Skip to content
Subscriber Only
Business
Economics

Silicon Valley Embraces Innovation in Sustainable Foods

A plant-based egg ingredient (on the left)
A plant-based egg ingredient (on the left)Courtesy Hampton Creek Foods

“The food industry is broken,” says Josh Tetrick, a 32-year-old entrepreneur who’s creating plant-based egg replacement products that could one day disrupt the global egg industry. His 11-month-old company, Hampton Creek Foods, is working out of a food lab in the South of Market area of San Francisco, just a few blocks from such Internet startups as Twitter, Zynga, and Airbnb. During a tour of the lab this week, Tetrick’s lovable golden retriever and unofficial company mascot, Jake, was parked good-naturedly on a bright red couch in the lobby, underneath a photo of Bill Gates eating a muffin made with Hampton Creek’s egg-free baking product. It’s a feel-good sort of place.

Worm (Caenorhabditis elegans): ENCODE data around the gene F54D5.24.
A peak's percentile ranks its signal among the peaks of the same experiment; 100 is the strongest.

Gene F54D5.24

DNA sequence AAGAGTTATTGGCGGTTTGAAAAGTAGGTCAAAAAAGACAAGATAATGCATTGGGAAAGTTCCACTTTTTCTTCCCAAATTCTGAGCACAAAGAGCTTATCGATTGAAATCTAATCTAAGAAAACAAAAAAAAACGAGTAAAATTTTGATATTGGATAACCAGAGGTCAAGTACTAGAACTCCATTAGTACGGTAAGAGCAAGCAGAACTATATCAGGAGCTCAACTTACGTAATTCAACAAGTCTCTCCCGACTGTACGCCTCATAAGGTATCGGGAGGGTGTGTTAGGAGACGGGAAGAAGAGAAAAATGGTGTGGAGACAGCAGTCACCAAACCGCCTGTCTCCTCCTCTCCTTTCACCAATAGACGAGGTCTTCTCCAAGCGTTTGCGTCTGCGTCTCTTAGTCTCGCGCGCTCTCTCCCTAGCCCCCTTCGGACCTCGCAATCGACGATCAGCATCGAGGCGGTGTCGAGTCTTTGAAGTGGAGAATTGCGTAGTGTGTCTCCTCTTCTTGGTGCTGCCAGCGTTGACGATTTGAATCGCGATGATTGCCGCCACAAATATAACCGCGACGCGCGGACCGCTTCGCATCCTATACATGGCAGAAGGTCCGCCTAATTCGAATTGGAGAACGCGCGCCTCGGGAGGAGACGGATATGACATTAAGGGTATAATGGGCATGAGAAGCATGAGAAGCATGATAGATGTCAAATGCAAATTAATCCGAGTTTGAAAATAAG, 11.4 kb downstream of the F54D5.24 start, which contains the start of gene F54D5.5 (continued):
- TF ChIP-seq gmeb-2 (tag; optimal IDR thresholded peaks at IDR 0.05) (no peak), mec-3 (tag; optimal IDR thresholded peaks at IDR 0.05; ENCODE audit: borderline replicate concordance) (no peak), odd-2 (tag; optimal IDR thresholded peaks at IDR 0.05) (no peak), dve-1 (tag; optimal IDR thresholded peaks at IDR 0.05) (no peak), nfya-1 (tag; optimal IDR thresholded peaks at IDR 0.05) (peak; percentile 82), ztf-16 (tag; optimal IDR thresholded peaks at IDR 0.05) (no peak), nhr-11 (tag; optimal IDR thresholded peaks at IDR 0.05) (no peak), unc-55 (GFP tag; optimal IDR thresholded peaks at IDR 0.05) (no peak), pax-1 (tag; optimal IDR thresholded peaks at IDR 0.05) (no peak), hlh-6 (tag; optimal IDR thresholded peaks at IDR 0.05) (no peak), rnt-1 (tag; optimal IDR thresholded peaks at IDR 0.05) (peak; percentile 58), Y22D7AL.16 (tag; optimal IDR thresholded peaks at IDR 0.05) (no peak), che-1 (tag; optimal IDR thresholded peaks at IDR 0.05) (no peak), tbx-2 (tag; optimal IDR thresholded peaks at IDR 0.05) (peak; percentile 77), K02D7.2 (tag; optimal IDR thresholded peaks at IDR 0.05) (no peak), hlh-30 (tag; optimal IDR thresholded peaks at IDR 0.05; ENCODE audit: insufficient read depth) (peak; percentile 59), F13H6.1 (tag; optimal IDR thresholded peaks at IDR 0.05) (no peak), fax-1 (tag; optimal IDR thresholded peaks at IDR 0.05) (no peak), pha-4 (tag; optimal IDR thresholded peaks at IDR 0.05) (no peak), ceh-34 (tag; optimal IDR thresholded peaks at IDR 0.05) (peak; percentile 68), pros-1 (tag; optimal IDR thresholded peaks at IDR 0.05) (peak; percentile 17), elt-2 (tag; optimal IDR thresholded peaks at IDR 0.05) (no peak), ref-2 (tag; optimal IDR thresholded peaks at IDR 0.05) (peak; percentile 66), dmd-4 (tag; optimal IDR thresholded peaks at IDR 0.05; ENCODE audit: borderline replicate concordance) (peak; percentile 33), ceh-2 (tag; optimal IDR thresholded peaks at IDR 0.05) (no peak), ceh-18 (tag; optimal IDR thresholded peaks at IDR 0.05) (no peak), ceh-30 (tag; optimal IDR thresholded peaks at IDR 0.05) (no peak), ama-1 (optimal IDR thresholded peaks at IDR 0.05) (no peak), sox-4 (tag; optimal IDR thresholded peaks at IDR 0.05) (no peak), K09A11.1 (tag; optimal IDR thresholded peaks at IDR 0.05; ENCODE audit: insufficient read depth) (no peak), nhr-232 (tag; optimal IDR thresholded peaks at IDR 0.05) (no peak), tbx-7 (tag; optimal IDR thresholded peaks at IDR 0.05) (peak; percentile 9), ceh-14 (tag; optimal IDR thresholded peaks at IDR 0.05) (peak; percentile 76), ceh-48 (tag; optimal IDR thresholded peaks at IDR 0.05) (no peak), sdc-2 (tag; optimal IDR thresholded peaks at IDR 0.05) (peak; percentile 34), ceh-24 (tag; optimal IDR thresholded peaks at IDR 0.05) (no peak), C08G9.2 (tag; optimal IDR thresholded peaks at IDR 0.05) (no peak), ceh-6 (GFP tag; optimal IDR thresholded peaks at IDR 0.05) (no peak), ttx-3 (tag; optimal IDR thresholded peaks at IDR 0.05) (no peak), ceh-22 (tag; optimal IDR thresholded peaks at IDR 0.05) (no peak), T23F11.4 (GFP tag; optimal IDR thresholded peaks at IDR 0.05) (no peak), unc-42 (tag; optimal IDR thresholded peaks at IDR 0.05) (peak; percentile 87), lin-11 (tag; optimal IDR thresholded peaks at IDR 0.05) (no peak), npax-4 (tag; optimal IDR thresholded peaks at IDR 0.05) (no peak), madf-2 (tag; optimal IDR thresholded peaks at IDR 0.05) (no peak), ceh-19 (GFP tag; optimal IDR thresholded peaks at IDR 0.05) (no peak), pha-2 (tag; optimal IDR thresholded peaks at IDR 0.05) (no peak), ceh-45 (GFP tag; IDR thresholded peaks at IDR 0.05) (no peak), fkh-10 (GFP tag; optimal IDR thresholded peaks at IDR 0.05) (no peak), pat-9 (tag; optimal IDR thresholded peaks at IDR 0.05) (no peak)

Johan Boot and Joshua Tetrick of Hampton Creek Foods
Courtesy Hampton Creek Foods
In Hampton Creek’s lab, Tetrick’s staff of 19—armed with a combo of science degrees, chef experience, and food industry chops—are obsessing over eggs. What gives an egg—the result of a chicken menstrual cycle (eeww)—its unusual characteristics, and how can those characteristics be replaced with a combination of plants? The team has worked on more than 344 prototypes for their egg-yolk product and have studied 287 types of plants that range from peas to canola.

The lab is filled with industrial food measurement equipment, such as the “texture analyzer,” which basically pokes baked goods to see how much they bounce back. Before the company moved into the lab, Tetrick was doing these types of tests with his finger in his studio apartment in L.A. He discovered that switching the recipe to include a new type of pea produced the fluffy, elastic muffins that people really craved. Who knew?